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Longman Dictionary of Contemporary English
▪ Cadmium, a deadly poison, exceeded the safe limit by seven times; arsenic by 20 times.
▪ Copper, zinc, arsenic and tungsten are associated with tin in quartz-tourmaline veins.
▪ It absorbed so much arsenic that, in just two weeks, arsenic comprised two per cent of its entire weight.
▪ Likewise, the arsenic atoms appear if the voltage is positive.
▪ That afternoon the old man drank arsenic in his office and died.
▪ The chocolates had been laced with arsenic too.
The Collaborative International Dictionary

Arsenic \Ar"se*nic\ ([aum]r"s[-e]*n[i^]k; 277), n. [L. arsenicum, Gr. 'arseniko`n, 'arreniko`n, yellow orpiment, perh. fr. 'arseniko`s or better Attic 'arreniko`s masculine, 'a`rrhn male, on account of its strength, or fr. Per. zern[=i]kh: cf. F. arsenic.]

  1. (Chem.) One of the elements, a solid substance resembling a metal in its physical properties, but in its chemical relations ranking with the nonmetals. It is of a steel-gray color and brilliant luster, though usually dull from tarnish. It is very brittle, and sublimes at 356[deg] Fahrenheit. It is sometimes found native, but usually combined with silver, cobalt, nickel, iron, antimony, or sulphur. Orpiment and realgar are two of its sulphur compounds, the first of which is the true arsenicum of the ancients. The element and its compounds are active poisons. Specific gravity from 5.7 to 5.9. Atomic weight 75. Symbol As.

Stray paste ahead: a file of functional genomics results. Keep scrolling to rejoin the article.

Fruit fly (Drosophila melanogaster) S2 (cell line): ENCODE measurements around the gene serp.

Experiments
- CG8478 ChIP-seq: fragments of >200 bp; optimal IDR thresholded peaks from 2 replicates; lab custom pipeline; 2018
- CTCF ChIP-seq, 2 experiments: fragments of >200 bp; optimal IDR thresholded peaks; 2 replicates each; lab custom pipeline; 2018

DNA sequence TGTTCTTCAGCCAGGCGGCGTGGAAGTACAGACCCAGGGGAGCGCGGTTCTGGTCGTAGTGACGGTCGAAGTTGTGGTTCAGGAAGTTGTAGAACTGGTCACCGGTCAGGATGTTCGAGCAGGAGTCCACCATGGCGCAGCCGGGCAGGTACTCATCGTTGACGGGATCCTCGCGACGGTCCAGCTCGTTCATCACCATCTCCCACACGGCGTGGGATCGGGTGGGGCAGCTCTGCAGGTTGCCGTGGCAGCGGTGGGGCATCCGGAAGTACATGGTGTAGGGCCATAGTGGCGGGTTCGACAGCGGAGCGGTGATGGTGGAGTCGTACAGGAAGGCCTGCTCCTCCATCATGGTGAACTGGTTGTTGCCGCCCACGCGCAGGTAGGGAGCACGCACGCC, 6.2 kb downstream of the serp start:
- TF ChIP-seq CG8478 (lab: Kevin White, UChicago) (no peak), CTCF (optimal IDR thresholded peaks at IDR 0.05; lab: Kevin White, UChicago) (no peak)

2. (Com.) Arsenious oxide or arsenious anhydride; -- called also arsenious acid, white arsenic, and ratsbane.


Arsenic \Ar*sen"ic\, a. (Chem.) Pertaining to, or derived from, arsenic; -- said of those compounds of arsenic in which this element has its highest equivalence; as, arsenic acid.

Douglas Harper's Etymology Dictionary

late 14c., from Old French arsenic, from Latin arsenicum, from late Greek arsenikon "arsenic" (Dioscorides; Aristotle has it as sandarake), adapted from Syriac (al) zarniqa "arsenic," from Middle Persian zarnik "gold-colored" (arsenic trisulphide has a lemon-yellow color), from Old Iranian *zarna- "golden," from PIE root *ghel- (2) "to shine," with derivatives referring to bright materials and gold (see glass).\n

\nThe form of the Greek word is folk etymology, literally "masculine," from arsen "male, strong, virile" (compare arseno-koites "lying with men" in New Testament) supposedly in reference to the powerful properties of the substance. The mineral (as opposed to the element) is properly orpiment, from Latin auri pigmentum, so called because it was used to make golden dyes.


a. Of, or containing arsenic with a valence of 5. n. 1 A nonmetallic chemical element (''symbol'' As) with an atomic number of 33. 2 arsenic trioxide.

  1. n. a very poisonous metallic element that has three allotropic forms; arsenic and arsenic compounds are used as herbicides and insecticides and various alloys; found in arsenopyrite and orpiment and realgar [syn: As, atomic number 33]

  2. a white powdered poisonous trioxide of arsenic; used in manufacturing glass and as a pesticide and weed killer [syn: arsenic trioxide, arsenous anhydride, arsenous oxide]


Arsenic is a chemical element with symbol As and atomic number 33. Arsenic occurs in many minerals, usually in combination with sulfur and metals, but also as a pure elemental crystal. Arsenic is a metalloid. It has various allotropes, but only the gray form is important to industry.